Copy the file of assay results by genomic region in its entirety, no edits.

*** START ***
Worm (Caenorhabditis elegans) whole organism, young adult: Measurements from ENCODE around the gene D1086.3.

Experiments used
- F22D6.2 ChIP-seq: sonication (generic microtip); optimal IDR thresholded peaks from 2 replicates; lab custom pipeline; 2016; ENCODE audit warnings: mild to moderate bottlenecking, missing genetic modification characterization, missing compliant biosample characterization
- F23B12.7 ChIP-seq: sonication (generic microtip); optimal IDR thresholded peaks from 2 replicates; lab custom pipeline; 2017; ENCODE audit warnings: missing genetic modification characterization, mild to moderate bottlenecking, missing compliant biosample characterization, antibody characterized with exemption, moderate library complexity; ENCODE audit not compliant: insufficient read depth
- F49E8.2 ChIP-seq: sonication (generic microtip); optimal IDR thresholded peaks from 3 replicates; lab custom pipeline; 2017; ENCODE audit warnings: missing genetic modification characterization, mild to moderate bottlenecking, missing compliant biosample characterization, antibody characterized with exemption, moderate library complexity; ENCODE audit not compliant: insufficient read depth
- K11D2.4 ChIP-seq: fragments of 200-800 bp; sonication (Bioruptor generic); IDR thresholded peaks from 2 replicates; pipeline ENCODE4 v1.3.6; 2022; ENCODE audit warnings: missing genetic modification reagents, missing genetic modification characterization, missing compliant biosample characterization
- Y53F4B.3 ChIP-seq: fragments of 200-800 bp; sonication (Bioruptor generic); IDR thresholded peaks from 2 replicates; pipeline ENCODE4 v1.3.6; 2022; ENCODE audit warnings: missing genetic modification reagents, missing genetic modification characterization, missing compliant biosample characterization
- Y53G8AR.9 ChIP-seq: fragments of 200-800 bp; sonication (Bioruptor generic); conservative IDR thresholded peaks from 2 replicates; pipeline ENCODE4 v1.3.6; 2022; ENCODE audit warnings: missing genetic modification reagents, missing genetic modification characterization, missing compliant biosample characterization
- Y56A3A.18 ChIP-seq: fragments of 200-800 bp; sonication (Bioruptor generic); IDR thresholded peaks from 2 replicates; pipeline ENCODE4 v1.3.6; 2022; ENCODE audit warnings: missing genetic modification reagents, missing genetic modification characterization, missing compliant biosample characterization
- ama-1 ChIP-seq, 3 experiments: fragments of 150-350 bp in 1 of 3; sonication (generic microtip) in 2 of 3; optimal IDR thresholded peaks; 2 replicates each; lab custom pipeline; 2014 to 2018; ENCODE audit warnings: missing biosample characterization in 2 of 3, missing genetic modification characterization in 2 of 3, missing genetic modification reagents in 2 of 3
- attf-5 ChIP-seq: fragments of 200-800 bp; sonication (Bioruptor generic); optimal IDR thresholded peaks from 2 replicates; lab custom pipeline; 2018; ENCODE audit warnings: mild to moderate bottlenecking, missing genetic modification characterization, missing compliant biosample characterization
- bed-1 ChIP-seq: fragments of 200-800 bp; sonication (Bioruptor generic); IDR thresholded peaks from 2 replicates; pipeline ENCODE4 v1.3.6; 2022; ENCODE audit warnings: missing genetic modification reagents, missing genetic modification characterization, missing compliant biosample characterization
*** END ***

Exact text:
Worm (Caenorhabditis elegans) whole organism, young adult: Measurements from ENCODE around the gene D1086.3.

Experiments used
- F22D6.2 ChIP-seq: sonication (generic microtip); optimal IDR thresholded peaks from 2 replicates; lab custom pipeline; 2016; ENCODE audit warnings: mild to moderate bottlenecking, missing genetic modification characterization, missing compliant biosample characterization
- F23B12.7 ChIP-seq: sonication (generic microtip); optimal IDR thresholded peaks from 2 replicates; lab custom pipeline; 2017; ENCODE audit warnings: missing genetic modification characterization, mild to moderate bottlenecking, missing compliant biosample characterization, antibody characterized with exemption, moderate library complexity; ENCODE audit not compliant: insufficient read depth
- F49E8.2 ChIP-seq: sonication (generic microtip); optimal IDR thresholded peaks from 3 replicates; lab custom pipeline; 2017; ENCODE audit warnings: missing genetic modification characterization, mild to moderate bottlenecking, missing compliant biosample characterization, antibody characterized with exemption, moderate library complexity; ENCODE audit not compliant: insufficient read depth
- K11D2.4 ChIP-seq: fragments of 200-800 bp; sonication (Bioruptor generic); IDR thresholded peaks from 2 replicates; pipeline ENCODE4 v1.3.6; 2022; ENCODE audit warnings: missing genetic modification reagents, missing genetic modification characterization, missing compliant biosample characterization
- Y53F4B.3 ChIP-seq: fragments of 200-800 bp; sonication (Bioruptor generic); IDR thresholded peaks from 2 replicates; pipeline ENCODE4 v1.3.6; 2022; ENCODE audit warnings: missing genetic modification reagents, missing genetic modification characterization, missing compliant biosample characterization
- Y53G8AR.9 ChIP-seq: fragments of 200-800 bp; sonication (Bioruptor generic); conservative IDR thresholded peaks from 2 replicates; pipeline ENCODE4 v1.3.6; 2022; ENCODE audit warnings: missing genetic modification reagents, missing genetic modification characterization, missing compliant biosample characterization
- Y56A3A.18 ChIP-seq: fragments of 200-800 bp; sonication (Bioruptor generic); IDR thresholded peaks from 2 replicates; pipeline ENCODE4 v1.3.6; 2022; ENCODE audit warnings: missing genetic modification reagents, missing genetic modification characterization, missing compliant biosample characterization
- ama-1 ChIP-seq, 3 experiments: fragments of 150-350 bp in 1 of 3; sonication (generic microtip) in 2 of 3; optimal IDR thresholded peaks; 2 replicates each; lab custom pipeline; 2014 to 2018; ENCODE audit warnings: missing biosample characterization in 2 of 3, missing genetic modification characterization in 2 of 3, missing genetic modification reagents in 2 of 3
- attf-5 ChIP-seq: fragments of 200-800 bp; sonication (Bioruptor generic); optimal IDR thresholded peaks from 2 replicates; lab custom pipeline; 2018; ENCODE audit warnings: mild to moderate bottlenecking, missing genetic modification characterization, missing compliant biosample characterization
- bed-1 ChIP-seq: fragments of 200-800 bp; sonication (Bioruptor generic); IDR thresholded peaks from 2 replicates; pipeline ENCODE4 v1.3.6; 2022; ENCODE audit warnings: missing genetic modification reagents, missing genetic modification characterization, missing compliant biosample characterization